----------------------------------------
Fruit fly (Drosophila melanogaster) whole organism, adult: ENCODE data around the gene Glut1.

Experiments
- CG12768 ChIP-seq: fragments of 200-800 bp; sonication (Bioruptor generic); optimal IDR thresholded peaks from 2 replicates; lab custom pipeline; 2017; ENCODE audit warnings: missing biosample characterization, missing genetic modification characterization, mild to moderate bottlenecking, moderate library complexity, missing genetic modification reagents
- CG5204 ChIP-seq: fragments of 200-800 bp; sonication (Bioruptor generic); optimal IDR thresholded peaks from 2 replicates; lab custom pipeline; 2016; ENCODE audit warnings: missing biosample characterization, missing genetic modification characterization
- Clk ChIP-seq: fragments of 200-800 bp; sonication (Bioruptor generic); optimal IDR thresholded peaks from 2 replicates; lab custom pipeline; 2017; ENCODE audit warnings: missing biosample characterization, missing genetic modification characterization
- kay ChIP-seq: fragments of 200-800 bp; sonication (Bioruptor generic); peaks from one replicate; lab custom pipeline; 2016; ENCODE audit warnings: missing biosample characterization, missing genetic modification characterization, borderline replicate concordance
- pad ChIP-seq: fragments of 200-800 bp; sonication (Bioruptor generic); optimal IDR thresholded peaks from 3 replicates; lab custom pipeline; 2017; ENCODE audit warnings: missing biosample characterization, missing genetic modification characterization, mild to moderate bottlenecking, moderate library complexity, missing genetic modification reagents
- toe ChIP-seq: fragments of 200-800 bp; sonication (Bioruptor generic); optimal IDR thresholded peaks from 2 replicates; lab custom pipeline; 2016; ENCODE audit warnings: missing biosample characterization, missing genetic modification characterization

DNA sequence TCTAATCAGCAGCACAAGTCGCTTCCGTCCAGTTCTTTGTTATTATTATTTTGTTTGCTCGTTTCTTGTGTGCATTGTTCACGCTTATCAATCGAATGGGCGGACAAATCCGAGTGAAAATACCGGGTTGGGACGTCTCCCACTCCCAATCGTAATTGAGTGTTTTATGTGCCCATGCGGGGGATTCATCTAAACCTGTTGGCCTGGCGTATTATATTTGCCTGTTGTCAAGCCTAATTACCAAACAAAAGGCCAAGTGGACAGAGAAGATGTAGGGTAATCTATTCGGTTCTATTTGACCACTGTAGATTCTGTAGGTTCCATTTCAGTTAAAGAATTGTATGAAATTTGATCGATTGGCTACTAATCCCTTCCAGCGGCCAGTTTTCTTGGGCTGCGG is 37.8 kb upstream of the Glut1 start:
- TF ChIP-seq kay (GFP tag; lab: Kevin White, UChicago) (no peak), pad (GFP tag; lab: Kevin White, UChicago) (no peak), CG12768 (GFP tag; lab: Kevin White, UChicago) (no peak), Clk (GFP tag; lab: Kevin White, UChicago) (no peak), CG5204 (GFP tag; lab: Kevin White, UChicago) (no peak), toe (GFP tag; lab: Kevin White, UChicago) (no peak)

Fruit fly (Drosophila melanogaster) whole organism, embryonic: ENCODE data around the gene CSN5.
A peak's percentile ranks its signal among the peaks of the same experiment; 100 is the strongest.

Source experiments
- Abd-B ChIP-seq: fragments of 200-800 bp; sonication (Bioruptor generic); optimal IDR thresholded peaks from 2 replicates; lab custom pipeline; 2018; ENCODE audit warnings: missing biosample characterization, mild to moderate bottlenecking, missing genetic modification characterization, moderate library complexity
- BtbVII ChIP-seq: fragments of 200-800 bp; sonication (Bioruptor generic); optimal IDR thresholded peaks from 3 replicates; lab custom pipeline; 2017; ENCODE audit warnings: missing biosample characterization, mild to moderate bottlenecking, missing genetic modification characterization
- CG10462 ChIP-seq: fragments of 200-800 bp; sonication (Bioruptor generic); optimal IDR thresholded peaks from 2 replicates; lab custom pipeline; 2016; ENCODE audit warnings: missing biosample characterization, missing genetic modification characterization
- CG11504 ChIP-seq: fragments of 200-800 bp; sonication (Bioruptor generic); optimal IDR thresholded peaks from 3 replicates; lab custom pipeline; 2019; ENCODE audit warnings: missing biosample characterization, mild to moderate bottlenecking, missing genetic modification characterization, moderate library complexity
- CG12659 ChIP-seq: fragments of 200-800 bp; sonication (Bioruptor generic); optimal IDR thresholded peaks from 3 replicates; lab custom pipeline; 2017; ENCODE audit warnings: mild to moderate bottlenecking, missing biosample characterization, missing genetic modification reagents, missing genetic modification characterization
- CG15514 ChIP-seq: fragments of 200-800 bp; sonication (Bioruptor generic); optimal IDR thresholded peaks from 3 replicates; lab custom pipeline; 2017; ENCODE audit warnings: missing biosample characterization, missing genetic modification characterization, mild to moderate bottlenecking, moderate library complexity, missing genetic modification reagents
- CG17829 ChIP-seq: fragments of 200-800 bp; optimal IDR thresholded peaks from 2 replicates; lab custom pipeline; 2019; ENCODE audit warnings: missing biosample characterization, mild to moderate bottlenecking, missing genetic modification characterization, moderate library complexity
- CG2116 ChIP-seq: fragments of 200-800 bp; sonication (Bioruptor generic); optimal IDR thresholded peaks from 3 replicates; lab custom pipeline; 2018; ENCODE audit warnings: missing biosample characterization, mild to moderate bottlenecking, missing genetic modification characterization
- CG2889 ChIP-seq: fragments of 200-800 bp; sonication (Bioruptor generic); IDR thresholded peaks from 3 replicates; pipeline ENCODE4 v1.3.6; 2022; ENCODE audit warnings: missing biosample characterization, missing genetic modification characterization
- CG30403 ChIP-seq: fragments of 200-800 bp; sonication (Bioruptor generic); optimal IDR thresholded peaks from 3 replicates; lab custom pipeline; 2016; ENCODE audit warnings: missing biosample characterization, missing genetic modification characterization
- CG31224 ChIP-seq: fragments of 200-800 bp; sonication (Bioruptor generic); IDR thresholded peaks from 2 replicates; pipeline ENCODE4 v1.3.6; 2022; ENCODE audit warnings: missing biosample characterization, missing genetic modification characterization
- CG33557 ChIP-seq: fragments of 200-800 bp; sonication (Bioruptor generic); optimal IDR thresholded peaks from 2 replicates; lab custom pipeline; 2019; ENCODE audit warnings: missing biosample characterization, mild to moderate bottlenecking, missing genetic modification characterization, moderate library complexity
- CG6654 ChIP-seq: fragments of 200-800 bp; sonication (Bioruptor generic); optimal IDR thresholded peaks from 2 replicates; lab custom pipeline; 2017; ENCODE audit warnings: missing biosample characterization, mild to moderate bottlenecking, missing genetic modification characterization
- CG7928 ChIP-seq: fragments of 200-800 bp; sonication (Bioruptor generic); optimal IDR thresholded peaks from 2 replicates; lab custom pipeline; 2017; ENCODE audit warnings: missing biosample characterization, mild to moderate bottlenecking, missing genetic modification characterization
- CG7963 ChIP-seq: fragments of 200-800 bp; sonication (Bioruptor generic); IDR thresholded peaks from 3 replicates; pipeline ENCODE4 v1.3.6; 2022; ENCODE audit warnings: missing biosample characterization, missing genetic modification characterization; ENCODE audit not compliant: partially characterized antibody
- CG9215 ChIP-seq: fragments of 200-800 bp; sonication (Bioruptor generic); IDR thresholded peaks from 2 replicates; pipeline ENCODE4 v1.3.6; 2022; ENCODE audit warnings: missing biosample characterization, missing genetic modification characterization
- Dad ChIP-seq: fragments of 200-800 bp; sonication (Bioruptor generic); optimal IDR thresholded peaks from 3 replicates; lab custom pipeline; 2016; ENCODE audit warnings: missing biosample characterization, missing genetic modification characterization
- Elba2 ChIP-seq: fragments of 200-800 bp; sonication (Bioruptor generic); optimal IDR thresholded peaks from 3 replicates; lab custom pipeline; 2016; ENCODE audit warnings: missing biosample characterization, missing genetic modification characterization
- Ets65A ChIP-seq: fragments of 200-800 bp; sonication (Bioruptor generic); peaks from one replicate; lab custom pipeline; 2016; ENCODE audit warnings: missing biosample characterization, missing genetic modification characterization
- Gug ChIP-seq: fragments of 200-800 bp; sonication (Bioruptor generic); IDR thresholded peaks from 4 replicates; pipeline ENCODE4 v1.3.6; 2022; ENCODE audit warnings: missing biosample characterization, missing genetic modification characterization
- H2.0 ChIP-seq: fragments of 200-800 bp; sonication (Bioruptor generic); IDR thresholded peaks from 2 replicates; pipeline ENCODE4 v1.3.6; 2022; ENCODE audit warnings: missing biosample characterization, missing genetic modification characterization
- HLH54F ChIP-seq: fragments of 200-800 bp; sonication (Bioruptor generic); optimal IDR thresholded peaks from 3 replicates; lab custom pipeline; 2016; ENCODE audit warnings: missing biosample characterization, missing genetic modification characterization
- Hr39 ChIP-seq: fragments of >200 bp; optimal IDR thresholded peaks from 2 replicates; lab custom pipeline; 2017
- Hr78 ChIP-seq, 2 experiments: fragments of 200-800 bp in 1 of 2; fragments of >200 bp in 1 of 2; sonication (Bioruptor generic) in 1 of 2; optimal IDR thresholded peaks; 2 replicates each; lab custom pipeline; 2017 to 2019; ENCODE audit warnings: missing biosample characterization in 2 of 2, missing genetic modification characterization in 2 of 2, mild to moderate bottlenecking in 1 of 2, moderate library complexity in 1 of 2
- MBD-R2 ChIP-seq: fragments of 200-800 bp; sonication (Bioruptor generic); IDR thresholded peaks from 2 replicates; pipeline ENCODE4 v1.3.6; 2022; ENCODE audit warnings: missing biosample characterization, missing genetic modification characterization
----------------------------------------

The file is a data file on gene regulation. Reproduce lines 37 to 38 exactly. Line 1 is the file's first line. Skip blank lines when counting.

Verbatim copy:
- Hr78 ChIP-seq, 2 experiments: fragments of 200-800 bp in 1 of 2; fragments of >200 bp in 1 of 2; sonication (Bioruptor generic) in 1 of 2; optimal IDR thresholded peaks; 2 replicates each; lab custom pipeline; 2017 to 2019; ENCODE audit warnings: missing biosample characterization in 2 of 2, missing genetic modification characterization in 2 of 2, mild to moderate bottlenecking in 1 of 2, moderate library complexity in 1 of 2
- MBD-R2 ChIP-seq: fragments of 200-800 bp; sonication (Bioruptor generic); IDR thresholded peaks from 2 replicates; pipeline ENCODE4 v1.3.6; 2022; ENCODE audit warnings: missing biosample characterization, missing genetic modification characterization